Defective calcium signaling is associated with the cell migration in different cancer types, including PC. BPA is reported to enhance the migration of PC cells via modulating calcium signaling. For example, Derouiche et al. (2013) have shown that BPA modulates calcium signaling to promote the migration of LNCaP cells. Treatment of LNCaP cells with 1 and 10 nM of BPA showed a significant increase in cell migration. The same study also showed that BPA induces PC cell migration via modulating the expression of an ion channel protein associated with calcium entry, namely, ORAI1 (Derouiche et al. 2013). Very interestingly, in mice, the treatment resulted in high levels of AR and ER when compared with the respective controls. This suggests that BPA exposure may lead to inappropriate stimulation of AR and ER activation pathways (Di Donato et al. 2017). The centrosome plays an important role in cell cycle regulation and is currently being recognized as a key target for cancer therapy. Centrosome aberration is highly prevalent in cancer as it affects cell cycle progression. Exposure to BPA has been reported to enhance the centrosome number in both normal and PC cells (Tarapore et al. 2014). Besides, low doses of BPA disturb the centrosome duplication cycle. Bilancio and co-workers demonstrated BPA-induced cell cycle arrest in both prostate cancer (LNCaP) and normal prostate epithelial (EPN) cells. The treatment of LNCaP and EPN with 10 to 100 μM of BPA induced cell cycle arrest by lowering CCND1 and concomitant upregulation of p21 and p27. Besides, the same study also showed the activation of EGFR- and ERK-dependent pathways (Bilancio et al. 2017).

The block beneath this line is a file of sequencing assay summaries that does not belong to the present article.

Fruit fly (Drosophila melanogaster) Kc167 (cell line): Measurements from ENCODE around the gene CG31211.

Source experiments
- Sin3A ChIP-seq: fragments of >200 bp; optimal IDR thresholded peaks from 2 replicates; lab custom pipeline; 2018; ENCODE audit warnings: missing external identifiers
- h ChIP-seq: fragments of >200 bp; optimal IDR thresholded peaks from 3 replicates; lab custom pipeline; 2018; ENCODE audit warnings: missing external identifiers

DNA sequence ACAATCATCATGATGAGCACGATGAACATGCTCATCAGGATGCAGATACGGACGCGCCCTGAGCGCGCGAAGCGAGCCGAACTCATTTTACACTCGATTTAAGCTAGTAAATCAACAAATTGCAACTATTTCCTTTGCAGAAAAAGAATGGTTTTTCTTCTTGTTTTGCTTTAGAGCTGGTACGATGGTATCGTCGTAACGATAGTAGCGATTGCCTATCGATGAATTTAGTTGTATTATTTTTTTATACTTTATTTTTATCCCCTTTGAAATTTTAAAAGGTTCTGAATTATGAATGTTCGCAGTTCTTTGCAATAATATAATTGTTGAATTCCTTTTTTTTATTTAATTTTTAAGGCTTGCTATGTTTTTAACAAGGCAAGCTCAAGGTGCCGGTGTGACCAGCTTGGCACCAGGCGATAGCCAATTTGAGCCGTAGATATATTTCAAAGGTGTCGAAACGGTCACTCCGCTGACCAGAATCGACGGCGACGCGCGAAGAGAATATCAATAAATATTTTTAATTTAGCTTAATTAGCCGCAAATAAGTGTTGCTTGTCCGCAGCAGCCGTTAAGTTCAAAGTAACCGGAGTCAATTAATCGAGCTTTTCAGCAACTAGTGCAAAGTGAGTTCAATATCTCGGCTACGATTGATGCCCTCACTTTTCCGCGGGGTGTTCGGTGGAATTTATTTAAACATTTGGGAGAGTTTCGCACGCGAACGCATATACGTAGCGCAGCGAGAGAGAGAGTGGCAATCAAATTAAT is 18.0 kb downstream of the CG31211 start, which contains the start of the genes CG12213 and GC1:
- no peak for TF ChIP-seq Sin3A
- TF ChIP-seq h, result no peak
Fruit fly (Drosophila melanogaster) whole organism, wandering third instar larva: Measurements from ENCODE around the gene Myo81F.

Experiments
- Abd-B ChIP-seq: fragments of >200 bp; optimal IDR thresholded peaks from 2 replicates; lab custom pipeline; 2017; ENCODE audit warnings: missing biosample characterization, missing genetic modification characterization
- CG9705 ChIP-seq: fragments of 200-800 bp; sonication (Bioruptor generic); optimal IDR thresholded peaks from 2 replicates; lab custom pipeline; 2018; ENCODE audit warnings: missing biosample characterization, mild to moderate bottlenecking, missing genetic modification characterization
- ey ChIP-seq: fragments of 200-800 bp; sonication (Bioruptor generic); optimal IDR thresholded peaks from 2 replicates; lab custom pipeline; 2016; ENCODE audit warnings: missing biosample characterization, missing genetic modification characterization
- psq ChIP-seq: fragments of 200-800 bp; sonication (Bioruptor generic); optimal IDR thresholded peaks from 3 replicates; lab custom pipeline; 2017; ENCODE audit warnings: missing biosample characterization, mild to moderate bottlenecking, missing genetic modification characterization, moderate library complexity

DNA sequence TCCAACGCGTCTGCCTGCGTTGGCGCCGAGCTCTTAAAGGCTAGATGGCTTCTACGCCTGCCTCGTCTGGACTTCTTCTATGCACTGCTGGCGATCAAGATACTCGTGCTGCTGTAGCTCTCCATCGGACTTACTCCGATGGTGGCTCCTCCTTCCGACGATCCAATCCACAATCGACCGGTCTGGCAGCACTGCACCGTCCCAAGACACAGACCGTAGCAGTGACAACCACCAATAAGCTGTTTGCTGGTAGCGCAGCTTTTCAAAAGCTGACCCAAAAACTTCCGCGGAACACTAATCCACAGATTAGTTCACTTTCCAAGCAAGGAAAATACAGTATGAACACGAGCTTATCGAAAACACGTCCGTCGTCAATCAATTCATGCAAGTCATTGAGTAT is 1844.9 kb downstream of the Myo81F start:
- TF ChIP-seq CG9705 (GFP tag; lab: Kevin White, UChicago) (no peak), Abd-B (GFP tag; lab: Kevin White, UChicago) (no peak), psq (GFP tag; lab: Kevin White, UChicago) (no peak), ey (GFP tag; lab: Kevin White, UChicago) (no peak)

BPA induces a variety of epigenetic modifications in a wide array of cells. Studies on PC cells have suggested that BPA induces posttranscription and posttranslational modifications, both globally and regionally. Thus, BPA-induced epigenetic modification may contribute to the abnormal biological behavior of the cell. To unravel this, a research examined the impact of BPA on the expression of chromatin-modifying enzymes, promoter methylation of tumor suppressor genes, and histone modifications in PC-3 cells. Treatment with BPA induced hypermethylation of the p16 promoter, leading to its downregulation. The same study reported significant changes in global histone modifications (H3K9ac, H3K9me3, H3K27me3, and H4K20me3) in PC-3 cells possibly via downregulation of chromatin-modifying enzymes including nuclear receptor binding SET domain protein 1 (NSD1) and lysine demethylase 5B (KDM5B) and altered promoter methylation of tumor suppressor genes (BCR, GSTP1, LOX, MGMT, NEUROG1, PDLIM4, PTGS2, PYCARD, TIMP3, TSC2, and ZMYDN10). The ChIP results showed a significant increase (1 and 10 μM of BPA) in histone modifications (Fatma Karaman et al. 2019). Neonatal or early-life exposure to BPA is a risk factor for PC later in life. This could be because of the developmental reprogramming of the prostate gland induced by epigenetic reprogramming. A study by Prins and co-workers using rat models proposed that BPA exposure can increase PC susceptibility to epigenetic modification through the induction of global hypomethylation of key cancer susceptibility genes (Prins et al. 2017). Overall, BPA is a potent regulator of epigenetic enzymes and can bring about abnormal epigenetic changes in PC and may facilitate its progression.

Testicular germ cell cancer